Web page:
Smile Politely

WorkSpace: Jorge Lucero

Welcome back to WorkSpace, a series featuring an inside look at the places where local artists roll up their sleeves and take care of business. For each installment, I’ll bring an interview with a local C-U artist, complete with photographs of their work, to showcase his or her craft and expertise.


Jorge Lucero was formerly a Chicago Public School teacher. His artwork is not media-specific. Being an educator gives me permission to practice in whatever, and with whatever, medium is needed to realize a project.

He makes videos, collages, paintings and drawings, writing, performance art, events, photographs, and arrangements. On the other hand, much of his art is harder to understand as art. These works are more about duration, or how time passes. This art includes, but is not limited to, going to meetings, eating meals, sustaining relationships and taking care of others, being an activist, traveling, breathing, reading, and other forms of ephemeral. They’re difficult to solidify.

  • Art form: Not media-specific
  • Influences: The Internet, Wes Anderson, The writings of John Cage, Luis Camnitzer, Erwin Wurm, Jim Duignan, Thomas Hirschhorn, Igmar Bergman, Duchamp’s interviews, Gabriel Orozco, Stephanie Springgay.
  • WorkSpace: An office.
  • Recommended movie: The Seventh Seal, Mr. Smith Goes to Washington, The Empire Strikes Back, The Fantastic Mr. Fox, Super 8, Quiz Show and Barton Fink. When Marnie was there, Steve Jobs, Red Tails, The Signal, and White God.
Favorite spot in C-U: Ambar, Masijta Grill, Mashawi Grill, Golden Harbor, El Progreso, Rick’s Bakery, Crane Alley, Prairie Fruits Farm, Pandamonium donuts, apple donuts at Curtis Orchard.
Thoughts on art scene in C-U: “I like how diverse it can be and how inclusive it wants to be.”

  • Where to see his work: At the Chicago Cultural Center called Present Standard and most of his work can be engaged online

Smile Politely: When and how did you decide to become an artist?

Jorge Lucero: As far as I can remember I wanted to be an artist. Ever since I was a little boy I used to love solving puzzles. I had a large collection of jigsaw puzzles. I also liked to impress people with things I made. I would put on puppet shows for the neighborhood kids with garbage I scavenged from one of those large blue dumpsters located behind the apartment we used to live in. At the same time I used to trace pages from coloring books and tell people that I made those drawings freehand. All the adults I showed my copies to acted like I had done something incredible. Later, when I was in first grade, the teacher gave me special drawing assignments to keep me from disrupting the class with my comedy. In fourth grade Mrs. Schroeder entered one of my drawings into a contest at the local zoo. It was a drawing of an elephant wearing a Santa hat. On a slushy December night my dad took me to go see the drawing installed at the zoo. We were told by a member of the staff that he didn’t know anything about a kid’s drawing show. Disappointed, we turned around and drove back home and I never saw that drawing again. I went to high school with an incredibly strong cohort of “art kids”. My best friend since high school is also an artist and many from that cohort remain involved in the arts. Importantly, we had three supportive art teachers that consistently disagreed with each other about our art. After high school I went to art school and that’s where I learned that art was philosophical. All of these things were essential in my development as an artist.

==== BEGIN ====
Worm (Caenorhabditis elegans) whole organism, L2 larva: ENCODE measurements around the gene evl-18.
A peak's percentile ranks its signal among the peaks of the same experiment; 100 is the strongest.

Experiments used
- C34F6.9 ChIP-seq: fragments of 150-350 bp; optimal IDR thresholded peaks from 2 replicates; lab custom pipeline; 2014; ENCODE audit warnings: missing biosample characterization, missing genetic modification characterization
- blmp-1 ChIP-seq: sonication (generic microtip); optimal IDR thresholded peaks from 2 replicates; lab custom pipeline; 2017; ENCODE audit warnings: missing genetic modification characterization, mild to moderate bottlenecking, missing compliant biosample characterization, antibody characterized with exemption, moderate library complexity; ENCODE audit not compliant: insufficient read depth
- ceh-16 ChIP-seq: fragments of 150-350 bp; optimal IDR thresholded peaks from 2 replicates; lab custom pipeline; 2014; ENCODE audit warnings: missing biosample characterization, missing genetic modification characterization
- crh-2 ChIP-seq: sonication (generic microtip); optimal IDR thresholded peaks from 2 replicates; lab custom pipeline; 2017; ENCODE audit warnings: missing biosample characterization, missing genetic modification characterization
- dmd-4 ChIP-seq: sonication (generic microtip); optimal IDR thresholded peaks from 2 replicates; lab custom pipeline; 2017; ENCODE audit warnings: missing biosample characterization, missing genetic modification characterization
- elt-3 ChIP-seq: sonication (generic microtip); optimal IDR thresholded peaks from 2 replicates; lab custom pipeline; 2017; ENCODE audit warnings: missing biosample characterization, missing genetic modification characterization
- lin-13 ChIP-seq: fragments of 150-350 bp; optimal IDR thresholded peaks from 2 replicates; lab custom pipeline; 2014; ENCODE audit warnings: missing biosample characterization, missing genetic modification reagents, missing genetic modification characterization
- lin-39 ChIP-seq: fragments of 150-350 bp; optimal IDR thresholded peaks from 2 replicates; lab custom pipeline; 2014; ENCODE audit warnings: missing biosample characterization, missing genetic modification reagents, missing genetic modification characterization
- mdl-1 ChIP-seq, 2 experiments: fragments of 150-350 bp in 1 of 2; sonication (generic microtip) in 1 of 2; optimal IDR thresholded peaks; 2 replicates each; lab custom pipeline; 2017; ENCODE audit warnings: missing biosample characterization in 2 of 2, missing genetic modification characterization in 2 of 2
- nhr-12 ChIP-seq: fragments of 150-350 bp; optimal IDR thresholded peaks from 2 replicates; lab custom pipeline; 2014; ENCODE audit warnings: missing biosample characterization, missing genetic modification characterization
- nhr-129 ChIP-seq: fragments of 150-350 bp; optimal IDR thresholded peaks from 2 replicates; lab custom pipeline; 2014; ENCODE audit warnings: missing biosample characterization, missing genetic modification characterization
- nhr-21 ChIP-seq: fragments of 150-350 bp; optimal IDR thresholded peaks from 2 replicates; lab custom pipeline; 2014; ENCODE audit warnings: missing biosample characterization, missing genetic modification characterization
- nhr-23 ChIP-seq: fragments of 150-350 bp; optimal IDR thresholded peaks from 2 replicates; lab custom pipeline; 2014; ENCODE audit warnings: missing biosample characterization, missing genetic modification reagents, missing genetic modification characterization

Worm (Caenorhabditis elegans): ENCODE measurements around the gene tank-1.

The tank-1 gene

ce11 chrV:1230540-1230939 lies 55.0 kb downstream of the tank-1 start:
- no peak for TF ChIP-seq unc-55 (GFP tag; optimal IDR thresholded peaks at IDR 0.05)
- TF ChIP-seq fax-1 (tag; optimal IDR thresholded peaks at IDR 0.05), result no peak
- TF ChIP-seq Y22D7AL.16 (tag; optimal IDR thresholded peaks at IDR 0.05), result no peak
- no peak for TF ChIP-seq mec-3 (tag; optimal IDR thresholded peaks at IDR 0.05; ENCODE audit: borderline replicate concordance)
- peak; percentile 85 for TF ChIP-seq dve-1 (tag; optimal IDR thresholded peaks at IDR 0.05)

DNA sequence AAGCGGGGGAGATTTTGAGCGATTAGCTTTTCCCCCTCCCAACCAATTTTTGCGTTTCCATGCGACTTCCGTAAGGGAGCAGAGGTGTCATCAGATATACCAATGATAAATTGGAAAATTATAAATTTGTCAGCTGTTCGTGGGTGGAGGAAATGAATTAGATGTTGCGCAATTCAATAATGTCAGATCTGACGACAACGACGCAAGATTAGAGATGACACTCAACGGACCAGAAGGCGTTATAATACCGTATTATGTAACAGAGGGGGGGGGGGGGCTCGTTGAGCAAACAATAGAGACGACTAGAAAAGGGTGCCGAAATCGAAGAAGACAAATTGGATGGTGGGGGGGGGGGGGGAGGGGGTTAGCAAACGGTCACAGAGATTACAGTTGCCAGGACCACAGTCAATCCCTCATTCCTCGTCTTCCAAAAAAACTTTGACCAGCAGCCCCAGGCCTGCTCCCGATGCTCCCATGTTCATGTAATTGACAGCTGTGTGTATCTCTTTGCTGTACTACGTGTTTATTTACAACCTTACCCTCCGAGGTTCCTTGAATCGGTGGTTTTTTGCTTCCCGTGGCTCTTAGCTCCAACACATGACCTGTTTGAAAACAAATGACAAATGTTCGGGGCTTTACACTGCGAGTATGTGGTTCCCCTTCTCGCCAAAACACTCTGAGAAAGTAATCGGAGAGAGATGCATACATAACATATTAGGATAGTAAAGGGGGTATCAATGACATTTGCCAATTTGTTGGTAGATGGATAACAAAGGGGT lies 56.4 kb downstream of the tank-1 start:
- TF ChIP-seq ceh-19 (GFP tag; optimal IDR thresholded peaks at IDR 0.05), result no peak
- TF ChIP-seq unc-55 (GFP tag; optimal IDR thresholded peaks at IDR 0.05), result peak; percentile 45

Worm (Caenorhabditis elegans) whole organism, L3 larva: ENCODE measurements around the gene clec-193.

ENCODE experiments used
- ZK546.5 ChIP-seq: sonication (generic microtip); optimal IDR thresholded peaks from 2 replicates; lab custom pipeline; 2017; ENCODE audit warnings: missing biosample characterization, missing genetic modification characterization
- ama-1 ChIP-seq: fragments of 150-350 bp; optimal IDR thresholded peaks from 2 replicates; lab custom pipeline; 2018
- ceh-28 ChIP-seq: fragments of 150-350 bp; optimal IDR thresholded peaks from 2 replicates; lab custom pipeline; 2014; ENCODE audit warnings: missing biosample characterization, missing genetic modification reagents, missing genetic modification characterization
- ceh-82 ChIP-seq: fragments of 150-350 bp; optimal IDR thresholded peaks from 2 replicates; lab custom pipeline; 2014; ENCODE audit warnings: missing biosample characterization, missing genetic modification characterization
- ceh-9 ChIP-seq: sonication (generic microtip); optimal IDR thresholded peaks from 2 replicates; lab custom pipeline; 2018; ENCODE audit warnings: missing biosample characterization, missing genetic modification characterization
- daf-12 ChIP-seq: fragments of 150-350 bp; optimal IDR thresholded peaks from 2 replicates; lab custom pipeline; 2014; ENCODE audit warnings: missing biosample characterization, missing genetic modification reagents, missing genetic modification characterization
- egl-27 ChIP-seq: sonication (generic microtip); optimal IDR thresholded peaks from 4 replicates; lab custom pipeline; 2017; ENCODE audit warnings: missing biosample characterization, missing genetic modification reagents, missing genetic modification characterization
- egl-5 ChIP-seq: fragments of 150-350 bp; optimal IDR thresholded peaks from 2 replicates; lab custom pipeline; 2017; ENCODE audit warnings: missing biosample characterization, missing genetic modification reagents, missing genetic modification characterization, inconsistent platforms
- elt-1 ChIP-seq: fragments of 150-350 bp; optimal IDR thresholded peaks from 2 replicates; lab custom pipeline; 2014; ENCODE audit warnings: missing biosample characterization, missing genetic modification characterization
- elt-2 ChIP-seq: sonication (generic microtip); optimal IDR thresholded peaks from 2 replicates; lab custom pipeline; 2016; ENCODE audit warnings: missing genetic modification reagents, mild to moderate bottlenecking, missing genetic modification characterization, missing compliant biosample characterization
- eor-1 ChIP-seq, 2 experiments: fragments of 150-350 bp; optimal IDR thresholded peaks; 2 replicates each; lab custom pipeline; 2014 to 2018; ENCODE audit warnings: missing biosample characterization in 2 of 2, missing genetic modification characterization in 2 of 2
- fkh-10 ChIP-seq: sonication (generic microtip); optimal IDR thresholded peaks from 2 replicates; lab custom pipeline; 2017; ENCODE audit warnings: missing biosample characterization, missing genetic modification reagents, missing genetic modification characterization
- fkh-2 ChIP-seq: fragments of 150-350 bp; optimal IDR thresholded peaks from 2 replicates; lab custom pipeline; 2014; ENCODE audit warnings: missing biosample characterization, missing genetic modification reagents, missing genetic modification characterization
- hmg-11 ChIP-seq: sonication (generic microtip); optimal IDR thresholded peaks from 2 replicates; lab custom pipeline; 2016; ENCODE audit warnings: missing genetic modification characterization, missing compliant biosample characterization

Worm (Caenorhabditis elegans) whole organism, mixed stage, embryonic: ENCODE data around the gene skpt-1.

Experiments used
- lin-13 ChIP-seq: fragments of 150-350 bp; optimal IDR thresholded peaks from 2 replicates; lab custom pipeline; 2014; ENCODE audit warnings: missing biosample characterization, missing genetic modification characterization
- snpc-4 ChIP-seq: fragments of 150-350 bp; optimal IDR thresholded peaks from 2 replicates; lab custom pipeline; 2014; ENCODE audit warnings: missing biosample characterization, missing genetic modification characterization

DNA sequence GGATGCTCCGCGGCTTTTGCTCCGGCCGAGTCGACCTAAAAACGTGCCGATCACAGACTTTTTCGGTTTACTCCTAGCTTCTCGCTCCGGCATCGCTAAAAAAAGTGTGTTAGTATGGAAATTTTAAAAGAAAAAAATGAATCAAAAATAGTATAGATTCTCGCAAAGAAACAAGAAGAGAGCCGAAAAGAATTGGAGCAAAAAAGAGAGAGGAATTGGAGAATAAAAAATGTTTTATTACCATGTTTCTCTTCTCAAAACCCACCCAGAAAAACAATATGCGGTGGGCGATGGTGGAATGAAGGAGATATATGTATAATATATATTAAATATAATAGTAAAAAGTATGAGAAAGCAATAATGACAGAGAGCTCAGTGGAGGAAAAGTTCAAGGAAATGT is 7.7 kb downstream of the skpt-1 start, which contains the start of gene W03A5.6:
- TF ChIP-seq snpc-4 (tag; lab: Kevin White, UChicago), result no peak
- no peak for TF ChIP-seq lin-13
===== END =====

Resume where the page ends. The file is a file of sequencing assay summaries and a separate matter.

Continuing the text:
SP: What or who are your influences?

Lucero: These are some of my influences, in no particular order: The Internet, Alberto Aguilar, The writings of John Cage, Luis Camnitzer, Chicago sports, Thomas Hirschhorn, my wife and kids, spicy food, Nicole Eisenman, my students, Igmar Bergman, comedians, Mexico’s vistas, curriculum theory, Duchamp’s interviews, puns, Gabriel Orozco, Stephanie Springgay, Charles Garoian, Laura Owens, Morrissey, Natalia Lafourcade, Matthew Goulish, the Bible, The Catcher in the Rye, schools and other bureaucracies, Crowded House, Wes Anderson, the physicality and graphic design of books, Erwin Wurm, Jim Duignan, Chicago Imagism, museo de art util, memories of my parents, action figures, and Marcel Broodthaers.

SP: Who would you like to collaborate with and why?

Lucero: I’m very fortunate to have collaborated with every person I’ve ever wanted to make something with.

SP: Tell us about your workspace.

Lucero: I work in an office. Since I’m not a media specific artist, I adjust my work spaces to fit the needs of what I’m making. Space can always be found to make big things, but I like the fact that my office sets a parameter for how I should make my work on a day to day basis. The limitations are not just found in my space, but also in the way that my time is constrained. My job, my family, my civic responsibilities all define the parameters of the “sites” where I work. Most of what I make happens on the computer, at the site of exhibition, at a small table, with a camera or scanner, while watching TV, while I’m driving, or in conversation. I try to outsource the manufacturing of some of my objects as much as possible, but occasionally I’ll make a physical object with my own hands.

SP: Choose a piece of your art work and explain it in detail.

Lucero: I have been slowly working on making my teaching practice my artistic practice. This project started in 1999 and continues to this day. What it involves is a heightened understanding of the “school” as a type of artistic material. Yes, there are parts of schooling that can be aestheticized, such as a classroom syllabus, field trips, a lecture, a handshake, or a website; but there are many aspects of this project that don’t depend on aesthetics or the artistic look of things. The art characteristics of this project have more to do with, what I call “modes-of-operation” or more simply put: “how” something is done or enacted. Teaching as conceptual art practice is something that happens in the mind first and then, if necessary, through the body. Teaching as conceptual art practice is frequently best when the fact that “art” is happening is blurred and sometimes ignored. Admittedly, this project is unspectacular. This project has involved hundreds of collaborators and is poorly recorded through images, videos, and a patchy collective memory. It’s very likely that the most solid documentation of this work won’t exist until after I’m dead.